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    Investing Club Stock Profile: Industrial gas giant Linde has the pricing power to thrive in periods of higher inflation
    The Honda Classic delivered a stunning final round from PGA National and we now dissect the PGA Tour golf power rankings before the API. If you’d asked a casual observer if there was any chance that Daniel Berger didn’t win The Honda Classic as he entered Sunday’s final 18 holes with a five-shot lead, the majority of people would tell you that he had the victory secured already. That, however, doesn’t take into account the immense challenge that PGA National gives even PGA Tour players — nor does it factor Sepp Straka going nuclear on the field. After a double-bogey on the third hole and then two more bogeys in his next three holes, Berger found himself already caught by Shane Lowry with Sepp Straka and others nipping at the heels of the lead as well. And for a moment, it looked as if the former Open champion Lowry was going to run away with it in his own right. Instead, Lowry somewhat plateaued down the stretch while Straka kept putting himself in great position. And that came to a...
    CNBC's Jim Cramer said the rally in infrastructure-related stocks Monday demonstrates the growing influence of retail investors on Wall Street. The "Mad Money" host expressed surprise that companies such as steelmaker Nucor and construction materials supplier Martin Marietta moved solidly higher during Monday's session, which was the first since the House of Representatives passed a more than $1 trillion infrastructure bill late Friday. "Historically, you had to buy before something good happens, and then sell into the news. The smart money always loaded up and crushed bids when stories broke, often leading to big losses for anyone who bought the news," Cramer said. "Not this market, though. The new pattern is insane if you've got experience, but it's making fortunes for newcomers." Cramer pointed to Nucor, in particular, to make his case. While he noted he's maintained an optimistic outlook on Nucor, he said there have been others on Wall Street who believed its stock had fully priced in most of the potential benefit from an infrastructure deal. "In the old days, once we found out Congress had finally passed...
    In the final WNBA Power Rankings, we take stock of the season with an eye towards the playoffs and championship contenders. The 2021 WNBA regular season is over, which means that four of the league’s 12 teams are done for the season. Among those four, the biggest shock has to be the perennial contenders Los Angeles have missed the postseason for the first time since 2011. Joining them outside of the postseason picture are the Fever, the Dream, and the Mystics. That means the New York Liberty are headed to the postseason! Backing in with a 12-20 record and winning because they had the tiebreaker over the also 12-20 Mystics and Sparks, the Liberty are set for some playoff basketball for the first time since 2017. Of course, there is this fact: the liberty have snuck into the playoffs as the no. 8 seed despite a 12-20 record their 0.375 winning percentage is the worst of any playoff team in wnba history — jack maloney (@jackmaloneycbs) September 20, 2021 Where does each team rank in this week’s WNBA Power Rankings?...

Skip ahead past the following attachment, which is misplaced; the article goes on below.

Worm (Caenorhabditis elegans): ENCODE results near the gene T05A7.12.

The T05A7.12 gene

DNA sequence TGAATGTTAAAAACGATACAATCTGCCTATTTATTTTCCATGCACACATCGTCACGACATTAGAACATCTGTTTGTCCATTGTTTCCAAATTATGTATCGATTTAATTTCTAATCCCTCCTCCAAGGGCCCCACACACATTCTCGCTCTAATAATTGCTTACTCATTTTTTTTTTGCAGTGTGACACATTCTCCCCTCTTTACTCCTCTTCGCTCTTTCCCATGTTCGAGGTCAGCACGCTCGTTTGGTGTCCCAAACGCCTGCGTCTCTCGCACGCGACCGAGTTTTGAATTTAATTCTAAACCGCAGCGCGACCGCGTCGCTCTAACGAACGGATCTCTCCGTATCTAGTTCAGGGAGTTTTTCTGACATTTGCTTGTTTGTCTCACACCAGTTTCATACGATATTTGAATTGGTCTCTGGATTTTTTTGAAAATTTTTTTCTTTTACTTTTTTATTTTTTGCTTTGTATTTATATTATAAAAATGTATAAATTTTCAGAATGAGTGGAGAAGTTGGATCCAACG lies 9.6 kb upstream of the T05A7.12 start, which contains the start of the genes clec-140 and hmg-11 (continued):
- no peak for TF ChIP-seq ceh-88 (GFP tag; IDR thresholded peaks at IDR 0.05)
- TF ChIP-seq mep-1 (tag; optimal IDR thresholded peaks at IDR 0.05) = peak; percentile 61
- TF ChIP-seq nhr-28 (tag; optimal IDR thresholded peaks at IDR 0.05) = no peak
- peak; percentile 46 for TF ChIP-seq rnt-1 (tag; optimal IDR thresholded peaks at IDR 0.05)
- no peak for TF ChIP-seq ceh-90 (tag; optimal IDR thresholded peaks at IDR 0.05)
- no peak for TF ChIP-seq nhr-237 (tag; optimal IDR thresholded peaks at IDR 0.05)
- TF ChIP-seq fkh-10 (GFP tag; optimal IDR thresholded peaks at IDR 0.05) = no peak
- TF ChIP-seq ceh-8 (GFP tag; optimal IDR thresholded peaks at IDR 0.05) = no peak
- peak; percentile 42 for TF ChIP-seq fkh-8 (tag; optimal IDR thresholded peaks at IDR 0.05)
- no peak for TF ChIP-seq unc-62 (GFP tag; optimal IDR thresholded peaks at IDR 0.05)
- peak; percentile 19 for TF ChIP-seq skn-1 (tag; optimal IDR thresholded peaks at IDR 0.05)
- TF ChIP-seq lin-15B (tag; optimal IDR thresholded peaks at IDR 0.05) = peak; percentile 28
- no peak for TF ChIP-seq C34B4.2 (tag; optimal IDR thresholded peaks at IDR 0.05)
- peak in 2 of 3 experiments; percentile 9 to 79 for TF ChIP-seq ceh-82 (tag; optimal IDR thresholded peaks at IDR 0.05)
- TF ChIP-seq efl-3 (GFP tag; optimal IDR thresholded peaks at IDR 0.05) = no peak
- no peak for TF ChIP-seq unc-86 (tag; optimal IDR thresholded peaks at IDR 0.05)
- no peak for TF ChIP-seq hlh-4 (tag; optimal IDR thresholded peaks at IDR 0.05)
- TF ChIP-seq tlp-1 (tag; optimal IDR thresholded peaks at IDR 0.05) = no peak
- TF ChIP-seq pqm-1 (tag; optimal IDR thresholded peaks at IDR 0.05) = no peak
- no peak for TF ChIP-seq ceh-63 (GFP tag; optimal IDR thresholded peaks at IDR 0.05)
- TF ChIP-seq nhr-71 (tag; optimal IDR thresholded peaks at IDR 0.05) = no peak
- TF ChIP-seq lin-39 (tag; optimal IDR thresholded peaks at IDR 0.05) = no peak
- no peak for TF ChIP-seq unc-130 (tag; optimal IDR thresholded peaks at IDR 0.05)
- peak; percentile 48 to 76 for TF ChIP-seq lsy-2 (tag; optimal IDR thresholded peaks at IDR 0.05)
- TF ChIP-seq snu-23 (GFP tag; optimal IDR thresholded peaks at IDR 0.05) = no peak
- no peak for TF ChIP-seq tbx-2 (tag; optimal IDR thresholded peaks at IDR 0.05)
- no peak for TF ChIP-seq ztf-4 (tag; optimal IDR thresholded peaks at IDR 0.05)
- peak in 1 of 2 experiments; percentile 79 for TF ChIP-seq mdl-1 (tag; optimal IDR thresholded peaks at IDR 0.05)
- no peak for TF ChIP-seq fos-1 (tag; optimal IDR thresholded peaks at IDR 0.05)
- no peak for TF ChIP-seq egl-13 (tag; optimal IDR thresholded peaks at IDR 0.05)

The Marriner S. Eccles Federal Reserve building stands in Washington, D.C., U.S., on Tuesday, Aug. 18, 2020.Erin Scott | Bloomberg via Getty Images Many of the indicators of stock market euphoria are flashing bright red signals as the market barrels ahead to uncharted new heights. There are many tools in the financial toolbox to evaluate stock market euphoria, and here is one that is as frightening as any. The chart below measures margin debt as a percentage of GDP. Zoom In IconArrows pointing outwards As of December 30, 2020, margin debt in the U.S. was a staggering $778 billion, 34% higher than the $679 million amount a year earlier. Measured as a percentage, margin debt is now 3.6% of GDP, a figure that can be added to the list of frightening statistics of current market exuberance. Note that we have now surpassed the peaks of 2000 and 2008 in terms of margin debt as a percentage of GDP. Both of those periods were followed by major stock market declines. Given today's comparable state of euphoria, it...